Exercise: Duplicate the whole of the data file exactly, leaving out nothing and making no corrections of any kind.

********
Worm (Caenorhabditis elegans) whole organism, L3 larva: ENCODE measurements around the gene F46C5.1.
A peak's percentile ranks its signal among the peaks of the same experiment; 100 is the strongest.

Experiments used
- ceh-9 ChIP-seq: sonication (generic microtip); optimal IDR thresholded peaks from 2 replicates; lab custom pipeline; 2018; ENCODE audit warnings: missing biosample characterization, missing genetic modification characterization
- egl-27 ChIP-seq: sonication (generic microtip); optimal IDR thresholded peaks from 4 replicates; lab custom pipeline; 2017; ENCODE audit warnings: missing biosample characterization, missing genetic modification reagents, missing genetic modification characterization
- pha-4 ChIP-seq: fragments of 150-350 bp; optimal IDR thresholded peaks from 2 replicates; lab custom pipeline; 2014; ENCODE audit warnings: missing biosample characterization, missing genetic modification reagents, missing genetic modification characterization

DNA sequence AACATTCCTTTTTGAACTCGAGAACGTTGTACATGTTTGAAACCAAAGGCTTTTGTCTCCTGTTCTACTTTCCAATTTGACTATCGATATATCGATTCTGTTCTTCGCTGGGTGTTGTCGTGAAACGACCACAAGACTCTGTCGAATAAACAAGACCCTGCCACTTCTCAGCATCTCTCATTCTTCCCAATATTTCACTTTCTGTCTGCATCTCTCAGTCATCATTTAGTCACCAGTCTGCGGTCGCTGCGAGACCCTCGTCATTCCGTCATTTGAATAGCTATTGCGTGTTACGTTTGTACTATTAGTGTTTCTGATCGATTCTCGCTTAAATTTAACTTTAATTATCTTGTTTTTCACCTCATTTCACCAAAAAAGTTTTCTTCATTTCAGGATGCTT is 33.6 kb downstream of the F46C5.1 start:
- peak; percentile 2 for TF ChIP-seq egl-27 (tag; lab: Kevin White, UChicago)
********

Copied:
Worm (Caenorhabditis elegans) whole organism, L3 larva: ENCODE measurements around the gene F46C5.1.
A peak's percentile ranks its signal among the peaks of the same experiment; 100 is the strongest.

Experiments used
- ceh-9 ChIP-seq: sonication (generic microtip); optimal IDR thresholded peaks from 2 replicates; lab custom pipeline; 2018; ENCODE audit warnings: missing biosample characterization, missing genetic modification characterization
- egl-27 ChIP-seq: sonication (generic microtip); optimal IDR thresholded peaks from 4 replicates; lab custom pipeline; 2017; ENCODE audit warnings: missing biosample characterization, missing genetic modification reagents, missing genetic modification characterization
- pha-4 ChIP-seq: fragments of 150-350 bp; optimal IDR thresholded peaks from 2 replicates; lab custom pipeline; 2014; ENCODE audit warnings: missing biosample characterization, missing genetic modification reagents, missing genetic modification characterization

DNA sequence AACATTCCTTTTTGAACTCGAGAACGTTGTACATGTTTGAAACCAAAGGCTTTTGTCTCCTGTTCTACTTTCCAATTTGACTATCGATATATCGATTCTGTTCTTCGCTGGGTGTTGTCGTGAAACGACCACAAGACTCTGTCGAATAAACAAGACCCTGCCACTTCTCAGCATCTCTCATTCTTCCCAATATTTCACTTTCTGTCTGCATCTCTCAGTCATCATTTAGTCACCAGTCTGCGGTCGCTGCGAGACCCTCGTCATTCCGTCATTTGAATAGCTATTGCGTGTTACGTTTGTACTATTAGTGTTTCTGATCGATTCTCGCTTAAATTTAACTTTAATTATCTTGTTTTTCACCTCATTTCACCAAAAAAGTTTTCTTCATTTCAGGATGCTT is 33.6 kb downstream of the F46C5.1 start:
- peak; percentile 2 for TF ChIP-seq egl-27 (tag; lab: Kevin White, UChicago)